President Franklin Roosevelt signed the Social Security Act into law on August 14, 1935, and created a program that would pay monthly benefits to retired workers starting at age sixty-five or older. The act further established a payroll tax to fund the program, while it required employers to withhold the tax from employee wages.
For the first five years of the program, until 1940, the government actually paid Americans their benefits via a single lump-sum payment. The purpose was to help individuals by giving back some of the money that they had put into the system, and most of those were people who would not be contributing long enough due to age or other work-related reasons. As expected, the amounts paid out weren’t very large, and the first-ever social security check was for just $0.17.
Ida Fuller was the first person to receive a monthly benefit. Her first check was for $22.54. Fuller, who worked as a legal secretary, collected payments until she was one hundred years old. Monthly payments to retired workers have continued since then and have increased to an average of $1,464 per month in January 2019.
Yet it wasn’t until October 1950 that Congress authorized the first cost-of-living adjustment (COLA). It increased payments at the time by 77 percent. The next big change came in 1956 when the Social Security Act was amended to provide benefits to disabled workers fifty to sixty-four years old, as well as disabled adult children.
Four years later, President Dwight Eisenhower signed a law that further amended the disability rules, which permitted the payment of benefits to disabled workers of any age and to their dependents.
Age of Retirement
When President Roosevelt signed the Social Security Act into law, it was meant to provide for the retirement of elderly Americans. Yet, largely forgotten is the fact that Roosevelt was just fifty-three years old when he signed that law, and he passed away at age sixty-three in 1945 and wouldn't have been eligible to receive the benefits.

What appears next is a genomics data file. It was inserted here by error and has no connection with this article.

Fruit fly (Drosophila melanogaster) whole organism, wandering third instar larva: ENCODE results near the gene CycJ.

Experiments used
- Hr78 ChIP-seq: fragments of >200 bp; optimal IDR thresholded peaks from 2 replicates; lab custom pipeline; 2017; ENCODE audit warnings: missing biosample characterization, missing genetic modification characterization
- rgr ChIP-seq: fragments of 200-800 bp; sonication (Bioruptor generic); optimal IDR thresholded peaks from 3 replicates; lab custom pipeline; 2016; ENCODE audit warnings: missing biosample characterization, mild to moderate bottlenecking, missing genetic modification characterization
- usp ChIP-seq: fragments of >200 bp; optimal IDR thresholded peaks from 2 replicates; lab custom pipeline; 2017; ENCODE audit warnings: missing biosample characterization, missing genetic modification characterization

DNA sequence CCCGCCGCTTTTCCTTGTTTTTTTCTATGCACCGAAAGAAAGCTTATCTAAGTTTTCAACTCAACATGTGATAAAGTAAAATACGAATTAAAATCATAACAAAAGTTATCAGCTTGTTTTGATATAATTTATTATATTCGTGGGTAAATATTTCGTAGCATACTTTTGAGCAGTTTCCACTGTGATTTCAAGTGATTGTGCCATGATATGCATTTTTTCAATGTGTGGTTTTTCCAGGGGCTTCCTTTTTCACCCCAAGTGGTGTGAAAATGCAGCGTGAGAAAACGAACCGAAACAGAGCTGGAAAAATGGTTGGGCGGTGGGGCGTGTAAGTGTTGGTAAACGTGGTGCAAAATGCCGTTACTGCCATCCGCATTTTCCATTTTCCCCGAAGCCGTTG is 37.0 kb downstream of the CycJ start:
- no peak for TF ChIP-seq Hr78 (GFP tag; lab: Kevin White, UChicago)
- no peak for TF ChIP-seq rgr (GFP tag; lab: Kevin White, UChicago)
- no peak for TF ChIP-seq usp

The federal government was actually rather wily in how the law was written. Life expectancy at birth in 1930 was fifty-eight for men and sixty-two for women, yet as noted the age of retirement was set at sixty-five. The government was essentially counting on the fact that there wouldn’t be many people receiving payments for years or decades to come.
However, a 1961 law allowed workers to begin claiming permanently “reduced” Social Security payments as early as age sixty-two.
Moreover, a 1983 law then raised the full retirement age to sixty-six for most baby boomers and sixty-seven for people born in 1960 or later while it also increased the reduction in monthly payments for people who sign up before their full retirement age. Provisions were further added to increase payments for retirees who delay claiming benefits past their full retirement age up until age seventy.
COLA Increases and Taxes
In July 1975, the first annual automatic COLA, an 8 percent increase, was paid. Before 1975, each COLA required authorization by Congress. Five years later, social security beneficiaries received the highest annual COLA increase ever—14.3 percent. This was notable too as the inflation rate in 1980 was 12.5 percent.
However, the 1980s also saw another significant change to Social Security, when in 1985 benefits became taxable for people who earn above a certain amount.
Now, individuals will pay tax on only 85 percent of their Social Security benefits, based on Internal Revenue Service (IRS) rules, according to the Social Security Administration. But that is only if the individual files a federal tax return as an “individual” and the combined income is between $25,000 and $34,000. In that case, the individual may have to pay income tax on up to 50 percent of their benefits.
For those making more than $34,000, up to 85 percent of the benefits may be taxable; and for couples filing a joint return, and make between $32,000 and $44,000, you may have to pay income tax on up to 50 percent of your benefits; while couples making more than $44,000, up to 85 percent the benefits may be taxable.
Even in retirement, there is no way to escape taxes.
Peter Suciu is a Michigan-based writer who has contributed to more than four dozen magazines, newspapers and websites. He regularly writes about military small arms, and is the author of several books on military headgear including A Gallery of Military Headdress, which is available on Amazon.com.
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